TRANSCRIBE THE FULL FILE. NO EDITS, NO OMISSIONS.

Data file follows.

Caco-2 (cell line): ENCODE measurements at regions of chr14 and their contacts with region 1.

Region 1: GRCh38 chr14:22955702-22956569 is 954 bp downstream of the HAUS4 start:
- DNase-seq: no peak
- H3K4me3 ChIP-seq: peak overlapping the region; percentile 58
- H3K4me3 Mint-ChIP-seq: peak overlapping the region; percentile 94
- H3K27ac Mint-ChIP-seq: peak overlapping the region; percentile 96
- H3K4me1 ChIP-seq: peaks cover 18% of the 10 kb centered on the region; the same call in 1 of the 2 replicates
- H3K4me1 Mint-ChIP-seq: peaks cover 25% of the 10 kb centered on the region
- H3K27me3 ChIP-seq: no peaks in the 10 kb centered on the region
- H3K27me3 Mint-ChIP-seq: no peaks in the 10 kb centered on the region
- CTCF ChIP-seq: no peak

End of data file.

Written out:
Caco-2 (cell line): ENCODE measurements at regions of chr14 and their contacts with region 1.

Region 1: GRCh38 chr14:22955702-22956569 is 954 bp downstream of the HAUS4 start:
- DNase-seq: no peak
- H3K4me3 ChIP-seq: peak overlapping the region; percentile 58
- H3K4me3 Mint-ChIP-seq: peak overlapping the region; percentile 94
- H3K27ac Mint-ChIP-seq: peak overlapping the region; percentile 96
- H3K4me1 ChIP-seq: peaks cover 18% of the 10 kb centered on the region; the same call in 1 of the 2 replicates
- H3K4me1 Mint-ChIP-seq: peaks cover 25% of the 10 kb centered on the region
- H3K27me3 ChIP-seq: no peaks in the 10 kb centered on the region
- H3K27me3 Mint-ChIP-seq: no peaks in the 10 kb centered on the region
- CTCF ChIP-seq: no peak